MARTA Fare Collection: A Brief History

Now on temporary exhibit inside Building 1 at the Southeastern Railway Museum is an assortment of fare collection-related MARTA objects.

Items on display include a bus fare collection box, two token machines, and two turnstiles.

In the early era of the streetcar, a motorman and a conductor would work together on two-man cars – the motorman operating the streetcar and the conductor collecting fares and handling payments. Having two men working on each streetcar was costly to the transit systems, and in the 1920s, a new system emerged: fare box collection.

Use of a fare box (along with the introduction of the ‘dead-man switch’) eliminated the need for a conductor, therefore reducing labor costs. Passengers would deposit their correct coins directly into the fare box when boarding, allowing the motorman to both operate the streetcar and collect fares. The methods used on the one-man safety car are still common on buses today.

Soon, transit systems began issuing tokens for single trips. Tokens made boarding faster, and systems could encourage ridership by offering discounts on tokens bought in bulk. Tokens were popular on MARTA buses and trains for decades. MARTA accepted its last token in 2010.

MARTA tokens embedded in the sidewalks outside the Decatur MARTA station

In the 1970s, MARTA introduced the TransCard, a magnetic fare card that could hold a weekly or monthly pass. After inserting the card into the fare gate, the ticket would pop out the top and unlock the gate. Half-fare TransCards were also available.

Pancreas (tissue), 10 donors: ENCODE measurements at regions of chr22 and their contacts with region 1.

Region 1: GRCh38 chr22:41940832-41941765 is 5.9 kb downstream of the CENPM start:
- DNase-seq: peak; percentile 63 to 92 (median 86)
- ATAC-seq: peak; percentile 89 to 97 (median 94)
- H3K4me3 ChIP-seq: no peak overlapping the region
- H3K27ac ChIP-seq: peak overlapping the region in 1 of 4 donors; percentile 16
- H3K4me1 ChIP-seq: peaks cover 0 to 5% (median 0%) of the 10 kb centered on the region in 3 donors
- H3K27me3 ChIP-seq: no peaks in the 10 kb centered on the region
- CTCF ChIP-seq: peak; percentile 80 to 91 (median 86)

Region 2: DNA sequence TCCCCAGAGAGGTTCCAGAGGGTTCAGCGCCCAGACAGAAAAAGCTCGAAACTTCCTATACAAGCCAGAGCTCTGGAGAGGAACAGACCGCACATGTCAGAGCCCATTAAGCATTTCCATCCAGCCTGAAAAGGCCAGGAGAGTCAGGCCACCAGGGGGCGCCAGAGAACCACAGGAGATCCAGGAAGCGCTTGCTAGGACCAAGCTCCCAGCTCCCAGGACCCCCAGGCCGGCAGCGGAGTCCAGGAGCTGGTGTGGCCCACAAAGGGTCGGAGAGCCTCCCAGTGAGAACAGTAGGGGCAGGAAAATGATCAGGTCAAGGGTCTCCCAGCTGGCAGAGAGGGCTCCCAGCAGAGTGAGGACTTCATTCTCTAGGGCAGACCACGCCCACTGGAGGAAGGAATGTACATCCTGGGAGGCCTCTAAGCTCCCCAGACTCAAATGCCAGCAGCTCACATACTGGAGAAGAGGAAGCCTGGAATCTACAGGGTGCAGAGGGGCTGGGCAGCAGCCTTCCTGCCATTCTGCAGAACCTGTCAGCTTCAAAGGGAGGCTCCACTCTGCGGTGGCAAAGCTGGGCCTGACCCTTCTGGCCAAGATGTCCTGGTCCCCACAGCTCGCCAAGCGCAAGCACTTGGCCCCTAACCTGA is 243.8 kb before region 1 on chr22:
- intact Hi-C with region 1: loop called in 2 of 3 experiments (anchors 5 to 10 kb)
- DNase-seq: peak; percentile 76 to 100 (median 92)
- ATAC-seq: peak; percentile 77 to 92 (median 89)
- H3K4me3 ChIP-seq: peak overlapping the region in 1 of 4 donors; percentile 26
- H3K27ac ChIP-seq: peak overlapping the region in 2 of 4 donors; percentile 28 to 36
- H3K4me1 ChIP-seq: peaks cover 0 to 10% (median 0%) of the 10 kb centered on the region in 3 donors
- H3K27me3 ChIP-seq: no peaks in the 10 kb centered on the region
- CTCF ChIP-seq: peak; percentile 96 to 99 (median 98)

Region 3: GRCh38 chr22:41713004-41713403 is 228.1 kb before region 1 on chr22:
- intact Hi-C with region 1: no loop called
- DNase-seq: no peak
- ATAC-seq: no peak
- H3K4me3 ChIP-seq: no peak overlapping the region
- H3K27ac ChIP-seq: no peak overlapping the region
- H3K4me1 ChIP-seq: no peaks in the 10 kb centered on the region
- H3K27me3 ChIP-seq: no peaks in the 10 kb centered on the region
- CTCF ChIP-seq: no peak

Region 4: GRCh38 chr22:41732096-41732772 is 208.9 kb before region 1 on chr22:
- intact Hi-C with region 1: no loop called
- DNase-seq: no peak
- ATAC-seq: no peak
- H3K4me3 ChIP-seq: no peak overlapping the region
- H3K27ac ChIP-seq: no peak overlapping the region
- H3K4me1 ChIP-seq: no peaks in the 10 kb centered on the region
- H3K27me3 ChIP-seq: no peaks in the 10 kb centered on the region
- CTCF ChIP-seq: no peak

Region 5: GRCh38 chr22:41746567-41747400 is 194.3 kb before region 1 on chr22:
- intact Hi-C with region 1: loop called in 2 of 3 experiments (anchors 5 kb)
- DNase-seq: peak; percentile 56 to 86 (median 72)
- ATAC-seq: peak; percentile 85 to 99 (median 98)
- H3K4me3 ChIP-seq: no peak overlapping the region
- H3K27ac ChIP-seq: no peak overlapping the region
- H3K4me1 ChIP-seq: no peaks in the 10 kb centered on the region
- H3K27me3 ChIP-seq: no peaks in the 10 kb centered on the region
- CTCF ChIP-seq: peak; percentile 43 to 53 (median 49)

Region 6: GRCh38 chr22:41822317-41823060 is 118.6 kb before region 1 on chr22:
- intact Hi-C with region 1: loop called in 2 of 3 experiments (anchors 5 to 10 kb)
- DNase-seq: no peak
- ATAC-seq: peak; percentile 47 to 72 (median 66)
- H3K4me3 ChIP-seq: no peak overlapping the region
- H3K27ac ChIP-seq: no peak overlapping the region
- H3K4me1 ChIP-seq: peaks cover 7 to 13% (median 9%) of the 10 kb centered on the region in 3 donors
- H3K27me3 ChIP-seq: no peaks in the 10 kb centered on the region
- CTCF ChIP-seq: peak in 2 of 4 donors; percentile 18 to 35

In 2007, MARTA initiated the switch to reusable electronic fare cards called the Breeze Card. Breeze Cards can store cash, trips, or passes and can be bought at vending machines located at MARTA stations. Breeze Cards can also be used on other regional transit systems.

The turnstiles on display in the exhibit come from Lindbergh Center station and were removed in 2008 or 2009 to make way for new machines that would accept the Breeze Card. New fare gates are designed to better prevent fare evasion.

Fare collection continues to evolve with payment by phone and credit card. Currently, MARTA is installing scanners for fare boxes on buses and on fare gates at train stations that will read a bar code or QR code on a phone screen and deduct the fare through an app. Some transit systems around the country are considering eliminating fare boxes entirely in favor of credit card or phone-only payment, enforced through random inspections. In Portland, OR, the fare collection system has already been eliminated, saving the system millions of dollars in cash handling, fare box maintenance, hauling, auditing, and more.


Kristen Fredriksen
July 31, 2018

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